I recently saw “Black Panther” and I must admit that this is probably the best Marvel Movie in my humble opinion to date. Many are praising this movie, and to be honest, I haven’t read one article or review by others. These are just my thoughts that the movie brought to my mind. I am not that deep of a guy, so I would say that this was the main question the movie was asking: If you can, must you?
The plot of the movie involves the Wakunda nation of Africa. They have a mountain of vibranium which allows the people to have advanced technologies, and the king to have the strength of a panther. The question that continues to be asked is if the country has the obligation to help others less fortunate that they.
I am not going to spoil any more of the movie for the readers, but I want to think through the answer biblically, or at least present a biblical response.
This response flows out of Proverbs 3:27, “Do not withhold good from those to whom it is due, when it is in your power to do it,” (ESV) . of course, this raises the question as to whom does our food belong. Context dictates that those to whom it is due is to our neighbor. The very next verse says, “Do not say to your neighbor, ‘Go, and come again, tomorrow I will give it‘–when you have it with you,” (Prov. 3:28, ESV: emphasis mine). The neighbor is to whom it (the good) is due.
The next question then is: who is my neighbor. If you’re a believer, you know from where this answer comes. Jesus made it clear that everyone is our neighbor, or at very least, everyone in need is our neighbor.
The only question that is left is to ask if what is true for the individual is true for a nation. This is a bit trickier, but I believe that the Bible, though not explicit, shows yes. There is at least precident for saying it is true.
When Joshua was leading the Israelites into Canaan, the people as individuals(and as a whole) were instructed not to take anything. Scan however did take some items. An individual did the deed, but the nation was responsible “But the people of Israel broke faith in regard to the devoted things, for Achan the son of Carmi, son of Zabdi, son of Zerah, of the tribe of Judah, took some of the devoted things. And the anger of the LORD burned against the people of Israel,” (Joshua 7:1, ESV). One individual, one nation.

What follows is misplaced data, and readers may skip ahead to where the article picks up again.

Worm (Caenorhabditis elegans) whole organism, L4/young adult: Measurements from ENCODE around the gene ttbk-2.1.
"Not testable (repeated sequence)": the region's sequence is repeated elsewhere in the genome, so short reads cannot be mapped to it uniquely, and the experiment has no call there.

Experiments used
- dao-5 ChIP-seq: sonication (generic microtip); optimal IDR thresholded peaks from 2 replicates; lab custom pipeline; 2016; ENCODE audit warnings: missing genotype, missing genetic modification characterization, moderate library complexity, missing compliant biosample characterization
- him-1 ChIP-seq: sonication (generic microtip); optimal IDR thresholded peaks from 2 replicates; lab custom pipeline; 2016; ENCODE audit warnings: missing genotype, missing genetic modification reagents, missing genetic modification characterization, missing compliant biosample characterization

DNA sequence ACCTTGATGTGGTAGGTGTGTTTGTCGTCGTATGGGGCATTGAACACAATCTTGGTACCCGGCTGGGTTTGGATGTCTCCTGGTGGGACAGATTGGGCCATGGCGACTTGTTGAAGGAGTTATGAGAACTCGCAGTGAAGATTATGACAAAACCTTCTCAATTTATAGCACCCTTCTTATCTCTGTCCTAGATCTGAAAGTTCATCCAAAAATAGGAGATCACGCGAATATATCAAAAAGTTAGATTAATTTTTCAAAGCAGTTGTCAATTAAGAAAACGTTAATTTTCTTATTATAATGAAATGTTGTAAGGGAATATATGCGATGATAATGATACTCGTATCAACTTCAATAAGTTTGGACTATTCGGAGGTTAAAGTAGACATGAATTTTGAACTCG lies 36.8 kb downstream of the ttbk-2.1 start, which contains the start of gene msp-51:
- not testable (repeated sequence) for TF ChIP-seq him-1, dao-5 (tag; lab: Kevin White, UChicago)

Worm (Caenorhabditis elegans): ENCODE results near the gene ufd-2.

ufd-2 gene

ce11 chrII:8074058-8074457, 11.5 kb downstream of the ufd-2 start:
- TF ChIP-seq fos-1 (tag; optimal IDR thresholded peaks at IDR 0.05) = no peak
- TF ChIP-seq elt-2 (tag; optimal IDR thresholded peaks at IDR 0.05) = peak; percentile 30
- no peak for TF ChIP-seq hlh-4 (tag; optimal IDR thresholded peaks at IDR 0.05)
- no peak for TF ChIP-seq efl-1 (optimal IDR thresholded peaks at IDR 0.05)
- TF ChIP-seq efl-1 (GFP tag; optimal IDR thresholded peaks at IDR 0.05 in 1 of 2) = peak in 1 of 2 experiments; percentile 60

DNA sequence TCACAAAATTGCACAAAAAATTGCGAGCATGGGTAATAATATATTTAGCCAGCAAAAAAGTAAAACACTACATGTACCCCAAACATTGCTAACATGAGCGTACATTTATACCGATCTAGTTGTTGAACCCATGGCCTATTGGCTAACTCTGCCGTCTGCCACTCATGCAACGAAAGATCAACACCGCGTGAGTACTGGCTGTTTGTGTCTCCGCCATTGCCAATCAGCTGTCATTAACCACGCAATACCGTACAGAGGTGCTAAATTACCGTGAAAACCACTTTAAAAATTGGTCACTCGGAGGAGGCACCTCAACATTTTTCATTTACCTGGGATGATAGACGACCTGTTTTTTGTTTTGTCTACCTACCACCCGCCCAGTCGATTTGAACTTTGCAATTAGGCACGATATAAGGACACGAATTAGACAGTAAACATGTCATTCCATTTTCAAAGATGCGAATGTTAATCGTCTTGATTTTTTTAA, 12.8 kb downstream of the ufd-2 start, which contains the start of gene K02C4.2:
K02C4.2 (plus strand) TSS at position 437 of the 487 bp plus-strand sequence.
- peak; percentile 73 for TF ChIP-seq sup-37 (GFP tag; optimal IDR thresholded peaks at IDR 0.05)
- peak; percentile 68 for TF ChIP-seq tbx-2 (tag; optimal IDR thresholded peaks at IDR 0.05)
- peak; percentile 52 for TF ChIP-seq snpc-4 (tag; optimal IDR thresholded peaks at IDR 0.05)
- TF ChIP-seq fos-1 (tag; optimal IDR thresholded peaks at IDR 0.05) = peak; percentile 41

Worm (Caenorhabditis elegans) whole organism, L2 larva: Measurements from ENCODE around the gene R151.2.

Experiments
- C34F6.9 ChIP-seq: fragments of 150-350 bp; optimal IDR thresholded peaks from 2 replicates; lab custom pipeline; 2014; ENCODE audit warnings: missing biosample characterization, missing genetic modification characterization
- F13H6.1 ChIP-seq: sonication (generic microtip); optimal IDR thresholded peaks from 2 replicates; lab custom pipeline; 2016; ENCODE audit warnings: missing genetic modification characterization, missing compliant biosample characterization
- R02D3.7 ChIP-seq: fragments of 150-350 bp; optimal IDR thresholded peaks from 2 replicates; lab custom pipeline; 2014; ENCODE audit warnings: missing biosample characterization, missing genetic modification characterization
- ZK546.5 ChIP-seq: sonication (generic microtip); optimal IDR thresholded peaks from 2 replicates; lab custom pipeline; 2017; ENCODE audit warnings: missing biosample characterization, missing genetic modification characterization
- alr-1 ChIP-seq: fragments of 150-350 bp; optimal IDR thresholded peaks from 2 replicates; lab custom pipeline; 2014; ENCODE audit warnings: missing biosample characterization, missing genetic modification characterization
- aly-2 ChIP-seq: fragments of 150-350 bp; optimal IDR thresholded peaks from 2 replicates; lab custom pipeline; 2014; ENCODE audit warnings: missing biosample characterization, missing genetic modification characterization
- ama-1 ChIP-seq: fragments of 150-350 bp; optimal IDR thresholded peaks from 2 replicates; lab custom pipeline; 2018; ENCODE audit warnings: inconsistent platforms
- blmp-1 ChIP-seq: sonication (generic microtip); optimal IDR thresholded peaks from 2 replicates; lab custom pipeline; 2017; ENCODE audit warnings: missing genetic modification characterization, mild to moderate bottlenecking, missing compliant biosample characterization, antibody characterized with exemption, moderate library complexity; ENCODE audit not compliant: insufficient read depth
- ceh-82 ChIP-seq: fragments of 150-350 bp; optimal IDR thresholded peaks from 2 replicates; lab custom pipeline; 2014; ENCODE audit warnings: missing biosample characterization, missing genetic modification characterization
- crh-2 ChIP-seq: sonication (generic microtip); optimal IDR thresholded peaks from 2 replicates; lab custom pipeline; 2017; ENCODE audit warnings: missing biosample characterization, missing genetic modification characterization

Another thought is that an individual must follow after Yahweh, but the nation’s are as well. We see this in the Psalms, “Blessed is the nation whose God is the LORD, the people whom he has chosen as his heritage,” (33:12, ESV). This verse comes on the heels of verses 10-11 that clearly juxtaposes nations who reject the LORD and those that do not. Likewise, we as individuals are to receive Christ as Savior and Lord, but we are called to make disciples out of all nations. (Cf. Matthew 28:19)
I am not so naive as to think that the answer (or at least the implementation of the answer) is so simple. However, I still would argue for the necessity of a people doing what they are able to help those who are not: their neighbor. These abilities must also take other factors into consideration. A person should not be the surety of another, “Be not one of those who give pledges, who put up security for debts, (Prov. 22:26, ESV). A nation should not go into debt for another nation. However, should one sacrifice for the good of others? Though we are not under Israelite law, we can learn and apply principles from it. The landowners could not harvest from the edges of the field and could not pick up anything that was dropped in the field. It was left behind for the poor and hungry. They had to sacrifice their abundance for those in need. Should we not as well? There are still more things that need to be factored in as well. More than any of us I am sure could imagine.
Let’s say a nation was overtaken by famine and the people were starving. The British Secretary of State for Foreign and Commonwealth Affairs received the report, but ignored it. The U.S. Secretary of State received the same report, and thus ignored it too. But North Korea’s minister received the report and sent aid to help fill the hungry people. Which one of these is the neighborly nation?
I simply go back to Proverbs 3:27, “Do not withhold good from those to whom it is due, when it is in your power to do it,” (ESV) .